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Elife. 2017 Jun 19;6. pii: e28433. doi: 10.7554/eLife.28433.

Direct measurement of conformational strain energy in protofilaments curling outward from disassembling microtubule tips.

Author information

1
Department of Physiology and Biophysics, University of Washington, Seattle, United States.
2
Department of Biophysics, UT Southwestern Medical Center, Dallas, United States.
3
Department of Biochemistry, UT Southwestern Medical Center, Dallas, United States.

Abstract

Disassembling microtubules can generate movement independently of motor enzymes, especially at kinetochores where they drive chromosome motility. A popular explanation is the 'conformational wave' model, in which protofilaments pull on the kinetochore as they curl outward from a disassembling tip. But whether protofilaments can work efficiently via this spring-like mechanism has been unclear. By modifying a previous assay to use recombinant tubulin and feedback-controlled laser trapping, we directly demonstrate the spring-like elasticity of curling protofilaments. Measuring their mechanical work output suggests they carry ~25% of the energy of GTP hydrolysis as bending strain, enabling them to drive movement with efficiency similar to conventional motors. Surprisingly, a β-tubulin mutant that dramatically slows disassembly has no effect on work output, indicating an uncoupling of disassembly speed from protofilament strain. These results show the wave mechanism can make a major contribution to kinetochore motility and establish a direct approach for measuring tubulin mechano-chemistry.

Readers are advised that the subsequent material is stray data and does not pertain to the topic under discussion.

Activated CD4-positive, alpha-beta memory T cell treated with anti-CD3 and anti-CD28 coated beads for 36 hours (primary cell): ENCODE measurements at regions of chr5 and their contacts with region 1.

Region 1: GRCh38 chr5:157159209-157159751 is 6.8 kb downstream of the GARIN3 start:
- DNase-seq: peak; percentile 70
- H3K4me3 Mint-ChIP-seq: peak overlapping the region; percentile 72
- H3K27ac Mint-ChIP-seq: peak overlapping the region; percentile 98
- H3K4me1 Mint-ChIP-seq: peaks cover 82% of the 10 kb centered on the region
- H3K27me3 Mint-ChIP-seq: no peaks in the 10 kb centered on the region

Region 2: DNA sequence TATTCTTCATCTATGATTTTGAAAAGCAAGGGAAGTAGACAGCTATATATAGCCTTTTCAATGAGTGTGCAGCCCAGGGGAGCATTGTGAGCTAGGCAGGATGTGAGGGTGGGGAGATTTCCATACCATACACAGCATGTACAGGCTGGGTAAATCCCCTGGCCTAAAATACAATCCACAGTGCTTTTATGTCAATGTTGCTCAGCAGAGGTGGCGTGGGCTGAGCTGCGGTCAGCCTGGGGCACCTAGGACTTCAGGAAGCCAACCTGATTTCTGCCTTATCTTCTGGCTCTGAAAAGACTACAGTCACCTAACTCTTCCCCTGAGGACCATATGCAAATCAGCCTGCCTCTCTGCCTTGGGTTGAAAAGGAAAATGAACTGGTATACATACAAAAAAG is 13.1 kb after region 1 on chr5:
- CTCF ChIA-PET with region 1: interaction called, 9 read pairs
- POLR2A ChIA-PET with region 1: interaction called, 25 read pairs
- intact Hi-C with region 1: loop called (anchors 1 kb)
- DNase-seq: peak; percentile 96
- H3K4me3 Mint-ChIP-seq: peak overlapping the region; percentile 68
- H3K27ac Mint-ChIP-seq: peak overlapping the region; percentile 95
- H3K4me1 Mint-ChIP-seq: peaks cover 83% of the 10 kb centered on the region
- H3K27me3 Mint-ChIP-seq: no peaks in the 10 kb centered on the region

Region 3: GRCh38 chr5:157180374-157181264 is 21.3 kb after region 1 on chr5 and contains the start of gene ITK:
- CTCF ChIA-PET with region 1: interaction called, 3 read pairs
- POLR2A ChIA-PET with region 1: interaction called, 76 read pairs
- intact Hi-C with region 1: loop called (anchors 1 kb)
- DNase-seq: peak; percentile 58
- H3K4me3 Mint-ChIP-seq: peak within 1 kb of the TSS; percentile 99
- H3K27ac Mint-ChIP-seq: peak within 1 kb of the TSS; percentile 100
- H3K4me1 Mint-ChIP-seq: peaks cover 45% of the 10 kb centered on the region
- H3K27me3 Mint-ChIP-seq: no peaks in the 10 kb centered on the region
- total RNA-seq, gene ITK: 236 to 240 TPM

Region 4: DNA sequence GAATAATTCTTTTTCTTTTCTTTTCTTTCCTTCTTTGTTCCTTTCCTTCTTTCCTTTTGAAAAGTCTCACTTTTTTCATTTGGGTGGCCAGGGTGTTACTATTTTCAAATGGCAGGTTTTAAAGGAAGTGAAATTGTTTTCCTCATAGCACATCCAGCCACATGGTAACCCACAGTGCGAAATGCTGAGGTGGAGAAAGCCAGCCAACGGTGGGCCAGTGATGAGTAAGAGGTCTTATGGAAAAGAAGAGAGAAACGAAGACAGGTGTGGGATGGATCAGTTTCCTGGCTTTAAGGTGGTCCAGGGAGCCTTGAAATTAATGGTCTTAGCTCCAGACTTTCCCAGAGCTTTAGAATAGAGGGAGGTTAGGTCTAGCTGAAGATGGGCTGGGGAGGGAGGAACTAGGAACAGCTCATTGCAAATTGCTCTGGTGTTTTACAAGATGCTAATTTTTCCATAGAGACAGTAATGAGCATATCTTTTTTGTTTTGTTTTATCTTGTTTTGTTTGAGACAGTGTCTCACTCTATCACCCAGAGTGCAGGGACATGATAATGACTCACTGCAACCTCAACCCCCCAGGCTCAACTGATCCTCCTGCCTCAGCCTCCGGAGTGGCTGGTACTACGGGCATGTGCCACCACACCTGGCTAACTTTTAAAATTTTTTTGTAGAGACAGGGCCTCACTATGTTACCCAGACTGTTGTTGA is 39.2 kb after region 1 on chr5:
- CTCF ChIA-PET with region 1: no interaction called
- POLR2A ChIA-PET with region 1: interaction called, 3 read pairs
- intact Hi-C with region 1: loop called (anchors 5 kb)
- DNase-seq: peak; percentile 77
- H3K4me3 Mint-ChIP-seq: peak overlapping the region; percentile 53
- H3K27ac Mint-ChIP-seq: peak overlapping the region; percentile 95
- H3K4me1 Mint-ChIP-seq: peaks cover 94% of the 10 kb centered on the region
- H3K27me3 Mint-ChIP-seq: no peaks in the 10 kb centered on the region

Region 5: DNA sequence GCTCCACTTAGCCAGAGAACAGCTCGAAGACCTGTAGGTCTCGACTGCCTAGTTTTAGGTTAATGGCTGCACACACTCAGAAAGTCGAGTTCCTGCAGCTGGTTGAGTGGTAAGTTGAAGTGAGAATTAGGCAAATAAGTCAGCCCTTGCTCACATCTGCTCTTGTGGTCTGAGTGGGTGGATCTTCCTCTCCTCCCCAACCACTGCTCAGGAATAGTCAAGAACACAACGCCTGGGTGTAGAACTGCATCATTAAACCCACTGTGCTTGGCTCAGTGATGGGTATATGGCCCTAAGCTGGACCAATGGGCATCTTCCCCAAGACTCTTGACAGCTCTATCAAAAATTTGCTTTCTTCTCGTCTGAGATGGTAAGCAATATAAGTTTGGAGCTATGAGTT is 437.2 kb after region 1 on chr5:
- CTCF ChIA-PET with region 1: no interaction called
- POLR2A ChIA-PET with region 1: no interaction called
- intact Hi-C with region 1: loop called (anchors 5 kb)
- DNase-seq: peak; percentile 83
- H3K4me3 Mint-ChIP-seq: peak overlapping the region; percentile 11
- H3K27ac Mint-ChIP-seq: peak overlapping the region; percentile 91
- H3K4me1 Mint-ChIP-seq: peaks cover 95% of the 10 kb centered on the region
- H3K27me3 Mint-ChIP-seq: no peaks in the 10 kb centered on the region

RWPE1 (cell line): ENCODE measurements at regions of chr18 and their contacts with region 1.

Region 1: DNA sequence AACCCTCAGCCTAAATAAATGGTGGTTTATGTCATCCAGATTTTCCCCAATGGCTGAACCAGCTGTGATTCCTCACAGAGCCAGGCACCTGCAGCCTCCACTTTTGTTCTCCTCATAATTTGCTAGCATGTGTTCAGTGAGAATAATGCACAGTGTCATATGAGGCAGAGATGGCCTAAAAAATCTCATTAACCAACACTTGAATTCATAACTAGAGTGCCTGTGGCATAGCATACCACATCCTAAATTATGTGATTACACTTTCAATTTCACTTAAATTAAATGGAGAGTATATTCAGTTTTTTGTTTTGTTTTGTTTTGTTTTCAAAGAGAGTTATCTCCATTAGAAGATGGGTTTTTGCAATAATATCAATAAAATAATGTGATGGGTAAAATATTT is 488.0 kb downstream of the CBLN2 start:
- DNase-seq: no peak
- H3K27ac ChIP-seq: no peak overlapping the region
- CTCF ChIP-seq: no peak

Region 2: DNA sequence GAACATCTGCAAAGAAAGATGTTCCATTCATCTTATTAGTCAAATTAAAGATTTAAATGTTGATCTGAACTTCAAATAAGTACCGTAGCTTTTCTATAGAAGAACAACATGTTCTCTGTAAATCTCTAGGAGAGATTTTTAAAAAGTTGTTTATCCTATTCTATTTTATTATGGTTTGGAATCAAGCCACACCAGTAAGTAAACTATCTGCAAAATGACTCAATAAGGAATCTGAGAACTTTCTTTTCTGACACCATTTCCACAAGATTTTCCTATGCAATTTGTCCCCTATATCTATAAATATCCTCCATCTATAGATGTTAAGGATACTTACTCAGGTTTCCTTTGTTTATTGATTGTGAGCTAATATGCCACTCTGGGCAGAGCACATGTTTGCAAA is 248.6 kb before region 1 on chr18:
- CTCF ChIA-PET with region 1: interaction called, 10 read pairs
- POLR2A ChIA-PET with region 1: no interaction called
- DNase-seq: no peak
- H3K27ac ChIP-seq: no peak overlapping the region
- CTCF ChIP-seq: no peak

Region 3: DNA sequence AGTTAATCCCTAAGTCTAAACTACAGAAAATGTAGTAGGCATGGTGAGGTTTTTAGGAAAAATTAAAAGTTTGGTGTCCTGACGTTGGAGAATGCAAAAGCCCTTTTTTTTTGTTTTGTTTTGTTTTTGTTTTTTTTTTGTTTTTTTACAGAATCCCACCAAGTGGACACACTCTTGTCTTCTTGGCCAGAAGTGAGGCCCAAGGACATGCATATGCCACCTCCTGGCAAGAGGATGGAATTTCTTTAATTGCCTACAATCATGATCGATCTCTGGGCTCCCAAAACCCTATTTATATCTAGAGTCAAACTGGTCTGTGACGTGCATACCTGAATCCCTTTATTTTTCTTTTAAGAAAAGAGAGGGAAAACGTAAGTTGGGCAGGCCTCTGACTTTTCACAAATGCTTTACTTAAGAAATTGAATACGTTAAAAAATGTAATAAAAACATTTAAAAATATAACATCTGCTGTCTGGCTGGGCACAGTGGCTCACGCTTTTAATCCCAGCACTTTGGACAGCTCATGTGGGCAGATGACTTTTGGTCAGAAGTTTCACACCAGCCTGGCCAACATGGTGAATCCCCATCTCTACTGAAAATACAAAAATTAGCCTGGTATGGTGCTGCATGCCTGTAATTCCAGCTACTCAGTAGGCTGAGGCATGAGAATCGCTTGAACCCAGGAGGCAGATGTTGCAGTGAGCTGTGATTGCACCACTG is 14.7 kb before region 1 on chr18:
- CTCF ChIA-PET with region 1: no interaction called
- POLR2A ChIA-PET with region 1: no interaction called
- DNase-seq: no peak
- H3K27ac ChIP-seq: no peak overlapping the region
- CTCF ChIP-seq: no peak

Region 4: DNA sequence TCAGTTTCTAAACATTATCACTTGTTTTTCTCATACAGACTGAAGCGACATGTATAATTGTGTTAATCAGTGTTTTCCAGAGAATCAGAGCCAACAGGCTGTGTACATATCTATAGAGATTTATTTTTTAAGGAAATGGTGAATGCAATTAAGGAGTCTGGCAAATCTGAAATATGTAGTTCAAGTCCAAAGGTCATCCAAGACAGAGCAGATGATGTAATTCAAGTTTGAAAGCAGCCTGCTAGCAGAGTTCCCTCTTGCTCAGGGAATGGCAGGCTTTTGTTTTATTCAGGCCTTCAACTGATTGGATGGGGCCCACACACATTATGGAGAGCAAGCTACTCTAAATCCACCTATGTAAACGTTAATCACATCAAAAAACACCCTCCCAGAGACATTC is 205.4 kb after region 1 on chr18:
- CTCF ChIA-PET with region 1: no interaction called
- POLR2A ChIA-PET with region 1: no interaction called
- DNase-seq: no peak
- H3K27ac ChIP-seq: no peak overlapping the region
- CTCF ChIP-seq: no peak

KEYWORDS:

S. cerevisiae; biophysics; cell biology; kinetochore; laser trap; mechanochemistry; mitosis; optical tweezer; ram's horn; structural biology

PMID:
28628007
PMCID:
PMC5515574
DOI:
10.7554/eLife.28433
[Indexed for MEDLINE]
Free PMC Article

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